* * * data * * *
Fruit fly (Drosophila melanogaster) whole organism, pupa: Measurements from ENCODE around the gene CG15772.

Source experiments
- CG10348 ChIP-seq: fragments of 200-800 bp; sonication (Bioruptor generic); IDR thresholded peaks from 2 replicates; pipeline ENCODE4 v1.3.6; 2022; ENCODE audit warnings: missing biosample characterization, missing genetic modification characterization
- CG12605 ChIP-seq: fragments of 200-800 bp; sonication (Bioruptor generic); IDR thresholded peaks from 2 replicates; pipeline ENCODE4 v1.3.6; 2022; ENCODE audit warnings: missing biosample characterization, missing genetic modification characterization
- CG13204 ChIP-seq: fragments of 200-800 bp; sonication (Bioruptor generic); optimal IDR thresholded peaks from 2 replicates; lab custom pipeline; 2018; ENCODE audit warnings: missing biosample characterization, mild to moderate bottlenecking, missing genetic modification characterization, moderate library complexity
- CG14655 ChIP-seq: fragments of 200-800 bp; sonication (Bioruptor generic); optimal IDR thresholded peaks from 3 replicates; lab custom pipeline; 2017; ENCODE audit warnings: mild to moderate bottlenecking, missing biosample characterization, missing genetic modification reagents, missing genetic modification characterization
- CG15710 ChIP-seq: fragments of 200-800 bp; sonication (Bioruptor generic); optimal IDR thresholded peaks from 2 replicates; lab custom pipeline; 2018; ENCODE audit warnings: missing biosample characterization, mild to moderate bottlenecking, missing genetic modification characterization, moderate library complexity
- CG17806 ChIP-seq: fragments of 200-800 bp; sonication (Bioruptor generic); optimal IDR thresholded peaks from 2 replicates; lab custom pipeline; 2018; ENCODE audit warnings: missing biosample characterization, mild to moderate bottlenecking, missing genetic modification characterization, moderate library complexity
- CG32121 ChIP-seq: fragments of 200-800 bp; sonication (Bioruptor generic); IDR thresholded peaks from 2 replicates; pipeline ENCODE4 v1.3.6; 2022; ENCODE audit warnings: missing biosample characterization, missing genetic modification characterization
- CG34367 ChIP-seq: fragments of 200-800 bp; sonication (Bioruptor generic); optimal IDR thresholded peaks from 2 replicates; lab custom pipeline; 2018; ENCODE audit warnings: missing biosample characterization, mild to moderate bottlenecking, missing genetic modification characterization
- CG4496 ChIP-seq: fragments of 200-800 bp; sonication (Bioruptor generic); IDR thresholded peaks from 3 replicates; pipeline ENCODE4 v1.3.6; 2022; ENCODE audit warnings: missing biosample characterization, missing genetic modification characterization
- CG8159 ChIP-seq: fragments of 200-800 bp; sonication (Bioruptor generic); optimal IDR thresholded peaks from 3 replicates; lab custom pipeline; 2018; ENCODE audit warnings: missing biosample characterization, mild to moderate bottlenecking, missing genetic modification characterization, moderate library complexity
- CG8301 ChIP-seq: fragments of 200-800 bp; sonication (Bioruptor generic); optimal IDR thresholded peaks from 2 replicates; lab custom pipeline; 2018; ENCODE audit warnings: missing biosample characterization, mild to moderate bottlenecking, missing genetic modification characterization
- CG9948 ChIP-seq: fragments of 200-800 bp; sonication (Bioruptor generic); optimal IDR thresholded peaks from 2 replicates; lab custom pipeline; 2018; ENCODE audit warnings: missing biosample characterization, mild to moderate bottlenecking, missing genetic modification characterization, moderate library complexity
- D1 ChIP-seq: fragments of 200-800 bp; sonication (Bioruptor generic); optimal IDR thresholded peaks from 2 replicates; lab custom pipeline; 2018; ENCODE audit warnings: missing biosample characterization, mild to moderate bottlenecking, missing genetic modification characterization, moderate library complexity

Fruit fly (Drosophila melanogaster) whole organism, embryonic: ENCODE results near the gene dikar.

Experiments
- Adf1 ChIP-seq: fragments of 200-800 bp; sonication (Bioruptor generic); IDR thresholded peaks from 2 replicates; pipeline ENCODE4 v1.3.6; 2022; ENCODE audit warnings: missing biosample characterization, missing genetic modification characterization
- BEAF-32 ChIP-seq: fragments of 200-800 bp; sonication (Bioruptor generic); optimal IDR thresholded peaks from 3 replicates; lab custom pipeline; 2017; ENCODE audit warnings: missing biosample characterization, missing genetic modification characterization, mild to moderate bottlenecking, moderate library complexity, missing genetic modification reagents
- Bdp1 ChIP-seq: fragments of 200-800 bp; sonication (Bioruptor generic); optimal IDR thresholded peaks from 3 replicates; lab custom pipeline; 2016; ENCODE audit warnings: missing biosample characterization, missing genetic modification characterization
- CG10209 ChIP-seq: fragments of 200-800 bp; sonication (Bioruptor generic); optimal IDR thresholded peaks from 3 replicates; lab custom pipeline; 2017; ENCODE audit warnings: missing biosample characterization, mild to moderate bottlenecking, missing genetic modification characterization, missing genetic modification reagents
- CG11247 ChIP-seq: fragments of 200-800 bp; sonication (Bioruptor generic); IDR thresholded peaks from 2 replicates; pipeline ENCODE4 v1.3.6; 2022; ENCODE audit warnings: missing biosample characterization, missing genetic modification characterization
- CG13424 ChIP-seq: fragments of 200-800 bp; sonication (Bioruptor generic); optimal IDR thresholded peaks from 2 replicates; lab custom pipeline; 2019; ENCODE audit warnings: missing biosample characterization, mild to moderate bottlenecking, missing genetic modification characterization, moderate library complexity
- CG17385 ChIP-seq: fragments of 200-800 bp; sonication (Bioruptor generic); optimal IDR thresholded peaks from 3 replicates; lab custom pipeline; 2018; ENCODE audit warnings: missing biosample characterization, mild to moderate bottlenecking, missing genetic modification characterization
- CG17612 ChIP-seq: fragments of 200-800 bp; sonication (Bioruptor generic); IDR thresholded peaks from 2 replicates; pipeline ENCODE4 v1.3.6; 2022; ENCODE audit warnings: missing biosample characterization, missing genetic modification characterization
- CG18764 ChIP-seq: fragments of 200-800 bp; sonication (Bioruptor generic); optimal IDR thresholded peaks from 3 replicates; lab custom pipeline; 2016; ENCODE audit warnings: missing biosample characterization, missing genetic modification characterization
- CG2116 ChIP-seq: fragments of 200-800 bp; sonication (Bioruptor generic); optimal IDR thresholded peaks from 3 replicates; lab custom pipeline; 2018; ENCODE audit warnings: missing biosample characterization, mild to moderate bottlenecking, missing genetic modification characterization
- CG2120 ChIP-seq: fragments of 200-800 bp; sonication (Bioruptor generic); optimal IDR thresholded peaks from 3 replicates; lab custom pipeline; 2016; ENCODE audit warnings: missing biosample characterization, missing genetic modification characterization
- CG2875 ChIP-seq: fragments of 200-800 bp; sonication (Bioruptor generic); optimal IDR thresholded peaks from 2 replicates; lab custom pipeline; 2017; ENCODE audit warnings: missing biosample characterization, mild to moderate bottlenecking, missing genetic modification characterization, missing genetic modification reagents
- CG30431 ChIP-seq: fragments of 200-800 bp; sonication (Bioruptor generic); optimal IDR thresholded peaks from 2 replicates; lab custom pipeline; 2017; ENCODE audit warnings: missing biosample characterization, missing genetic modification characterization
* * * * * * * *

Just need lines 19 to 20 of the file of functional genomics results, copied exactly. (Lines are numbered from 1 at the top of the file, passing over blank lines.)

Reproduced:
- BEAF-32 ChIP-seq: fragments of 200-800 bp; sonication (Bioruptor generic); optimal IDR thresholded peaks from 3 replicates; lab custom pipeline; 2017; ENCODE audit warnings: missing biosample characterization, missing genetic modification characterization, mild to moderate bottlenecking, moderate library complexity, missing genetic modification reagents
- Bdp1 ChIP-seq: fragments of 200-800 bp; sonication (Bioruptor generic); optimal IDR thresholded peaks from 3 replicates; lab custom pipeline; 2016; ENCODE audit warnings: missing biosample characterization, missing genetic modification characterization